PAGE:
History Files


Ancient Egypt

World's Oldest Stables

by Caroline Hawley, BBC News, 14 October 1999



A joint German-Egyptian archaeological team says it has uncovered some of the world's oldest horse stables on the edge of the Nile Delta, about 100km northeast of Cairo.

The stables comprise six rows of buildings which would house at least 460 horses.

They have linked the stables to the pharaoh Ramses II, otherwise known as Ramses the Great, who ruled between 1279-1213 BC and was one of ancient Egypt's most prolific builders.

The head of the excavation team, Edgar Pusch, described it as the biggest and best preserved stable ever uncovered from the ancient Near East.

He reported that it stretched for more than 17,000 square metres - six identical rows of buildings, each with rooms containing limestone basins and stones to tether the hundreds of horse.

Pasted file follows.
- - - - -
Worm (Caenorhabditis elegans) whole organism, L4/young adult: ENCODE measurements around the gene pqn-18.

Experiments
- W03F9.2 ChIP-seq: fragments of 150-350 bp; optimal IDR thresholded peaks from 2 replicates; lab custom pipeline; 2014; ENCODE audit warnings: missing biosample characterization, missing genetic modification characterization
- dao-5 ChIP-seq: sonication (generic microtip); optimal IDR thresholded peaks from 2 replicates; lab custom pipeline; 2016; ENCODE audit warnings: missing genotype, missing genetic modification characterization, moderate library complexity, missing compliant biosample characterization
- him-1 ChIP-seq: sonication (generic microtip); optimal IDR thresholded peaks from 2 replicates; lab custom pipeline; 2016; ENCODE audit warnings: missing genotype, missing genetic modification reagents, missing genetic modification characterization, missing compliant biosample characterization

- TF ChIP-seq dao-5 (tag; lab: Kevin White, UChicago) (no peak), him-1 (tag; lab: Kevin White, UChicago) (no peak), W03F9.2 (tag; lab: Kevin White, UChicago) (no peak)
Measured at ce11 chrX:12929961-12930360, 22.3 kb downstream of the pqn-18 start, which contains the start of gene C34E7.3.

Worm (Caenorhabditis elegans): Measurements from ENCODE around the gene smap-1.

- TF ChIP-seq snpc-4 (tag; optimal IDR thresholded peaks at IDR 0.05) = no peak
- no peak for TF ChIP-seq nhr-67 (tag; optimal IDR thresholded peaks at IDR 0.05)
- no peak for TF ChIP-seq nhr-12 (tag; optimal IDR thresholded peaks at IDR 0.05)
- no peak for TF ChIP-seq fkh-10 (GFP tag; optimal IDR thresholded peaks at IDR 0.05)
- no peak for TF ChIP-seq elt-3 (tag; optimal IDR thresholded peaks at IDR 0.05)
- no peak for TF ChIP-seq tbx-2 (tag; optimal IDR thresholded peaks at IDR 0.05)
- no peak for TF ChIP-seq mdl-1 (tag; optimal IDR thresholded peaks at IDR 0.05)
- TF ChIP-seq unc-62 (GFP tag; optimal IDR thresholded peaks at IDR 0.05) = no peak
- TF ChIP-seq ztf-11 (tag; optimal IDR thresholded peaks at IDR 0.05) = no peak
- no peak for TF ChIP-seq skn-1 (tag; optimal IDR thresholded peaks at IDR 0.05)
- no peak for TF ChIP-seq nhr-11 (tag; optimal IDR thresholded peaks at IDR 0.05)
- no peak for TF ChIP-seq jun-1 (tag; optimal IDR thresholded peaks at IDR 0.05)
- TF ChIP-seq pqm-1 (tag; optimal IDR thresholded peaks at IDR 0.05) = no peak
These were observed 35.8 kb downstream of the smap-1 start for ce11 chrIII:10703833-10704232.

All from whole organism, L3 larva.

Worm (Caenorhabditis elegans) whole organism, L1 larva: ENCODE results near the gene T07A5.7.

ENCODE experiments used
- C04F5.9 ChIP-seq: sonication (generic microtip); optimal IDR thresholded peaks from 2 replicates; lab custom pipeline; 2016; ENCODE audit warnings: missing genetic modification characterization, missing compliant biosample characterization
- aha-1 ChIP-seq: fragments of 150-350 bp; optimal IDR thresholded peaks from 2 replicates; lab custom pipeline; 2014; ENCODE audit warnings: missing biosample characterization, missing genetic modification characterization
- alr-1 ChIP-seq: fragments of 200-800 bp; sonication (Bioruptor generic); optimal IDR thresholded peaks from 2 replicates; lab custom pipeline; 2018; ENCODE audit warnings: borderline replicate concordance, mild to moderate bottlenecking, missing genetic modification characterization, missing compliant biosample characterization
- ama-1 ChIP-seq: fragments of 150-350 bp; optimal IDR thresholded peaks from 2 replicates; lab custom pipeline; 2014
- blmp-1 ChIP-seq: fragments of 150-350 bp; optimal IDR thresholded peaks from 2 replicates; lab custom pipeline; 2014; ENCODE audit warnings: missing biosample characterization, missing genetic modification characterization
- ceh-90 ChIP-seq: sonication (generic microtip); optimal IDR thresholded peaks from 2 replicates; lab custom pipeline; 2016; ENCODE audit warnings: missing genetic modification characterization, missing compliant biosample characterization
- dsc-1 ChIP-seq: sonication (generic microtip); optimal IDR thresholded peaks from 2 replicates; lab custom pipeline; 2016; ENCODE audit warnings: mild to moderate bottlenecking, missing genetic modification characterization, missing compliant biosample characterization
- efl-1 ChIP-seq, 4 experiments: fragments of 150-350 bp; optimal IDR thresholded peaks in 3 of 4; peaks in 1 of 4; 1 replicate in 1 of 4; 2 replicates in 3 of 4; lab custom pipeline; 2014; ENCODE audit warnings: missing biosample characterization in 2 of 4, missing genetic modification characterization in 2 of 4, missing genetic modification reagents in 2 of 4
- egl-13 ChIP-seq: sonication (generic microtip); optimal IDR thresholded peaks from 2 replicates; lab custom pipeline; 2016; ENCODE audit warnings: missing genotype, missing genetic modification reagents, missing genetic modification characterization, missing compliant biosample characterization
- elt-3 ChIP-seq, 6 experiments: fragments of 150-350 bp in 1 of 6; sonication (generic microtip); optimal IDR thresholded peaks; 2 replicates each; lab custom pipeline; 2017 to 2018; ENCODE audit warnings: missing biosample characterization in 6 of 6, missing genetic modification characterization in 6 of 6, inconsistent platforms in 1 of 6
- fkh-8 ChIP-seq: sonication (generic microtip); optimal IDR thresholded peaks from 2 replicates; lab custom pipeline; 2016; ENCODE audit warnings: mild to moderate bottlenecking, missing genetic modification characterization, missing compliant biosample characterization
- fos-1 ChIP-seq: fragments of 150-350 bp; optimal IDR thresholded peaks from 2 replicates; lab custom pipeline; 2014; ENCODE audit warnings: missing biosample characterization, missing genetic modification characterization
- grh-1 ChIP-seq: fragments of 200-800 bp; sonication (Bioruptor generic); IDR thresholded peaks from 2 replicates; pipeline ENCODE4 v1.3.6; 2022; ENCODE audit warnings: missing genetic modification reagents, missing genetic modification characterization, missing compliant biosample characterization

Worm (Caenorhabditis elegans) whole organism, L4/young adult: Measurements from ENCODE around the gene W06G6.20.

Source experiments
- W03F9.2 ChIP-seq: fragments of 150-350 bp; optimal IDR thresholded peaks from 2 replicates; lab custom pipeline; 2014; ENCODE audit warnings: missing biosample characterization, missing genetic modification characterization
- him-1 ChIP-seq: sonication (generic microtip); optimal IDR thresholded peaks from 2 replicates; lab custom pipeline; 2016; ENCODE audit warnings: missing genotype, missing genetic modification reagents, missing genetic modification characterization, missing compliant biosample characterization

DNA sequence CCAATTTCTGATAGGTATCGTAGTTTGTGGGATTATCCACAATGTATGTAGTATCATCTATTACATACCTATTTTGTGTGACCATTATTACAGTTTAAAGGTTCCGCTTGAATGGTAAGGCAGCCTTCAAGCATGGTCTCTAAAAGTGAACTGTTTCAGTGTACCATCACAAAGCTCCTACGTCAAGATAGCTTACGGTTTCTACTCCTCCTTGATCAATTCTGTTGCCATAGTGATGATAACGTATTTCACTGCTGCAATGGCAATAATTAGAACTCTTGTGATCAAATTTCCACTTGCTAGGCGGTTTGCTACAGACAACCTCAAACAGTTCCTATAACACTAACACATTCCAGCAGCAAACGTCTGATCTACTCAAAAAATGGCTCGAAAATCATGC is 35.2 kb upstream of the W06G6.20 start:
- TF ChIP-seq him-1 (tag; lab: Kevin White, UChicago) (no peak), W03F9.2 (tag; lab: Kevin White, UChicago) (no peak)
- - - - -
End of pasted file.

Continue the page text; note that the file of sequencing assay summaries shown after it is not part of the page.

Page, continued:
Twenty year search

The stable floors were sloped, Doctor Pusch said, to collect the urine of the horses, which was then used to fertilise surrounding areas.

Archaeologists believe the horses themselves were used to draw the two-wheeled chariots that were an important part of warfare at the time, and were used by Ramses II to fight off invaders.

The German-Egyptian team had been digging in the area, which is close to the pharaoh's ancient capital, for nearly twenty years searching for the temple of a goddess on horseback depicted on a statue.

They concluded several years ago that they may have uncovered a stable, but they only realised the scale of the find recently.

Archaeologists believe that a wealth of other discoveries lies beneath the fertile fields of the Nile Delta. Until recently, most excavation work in Egypt has focused on Upper and Middle Egypt.



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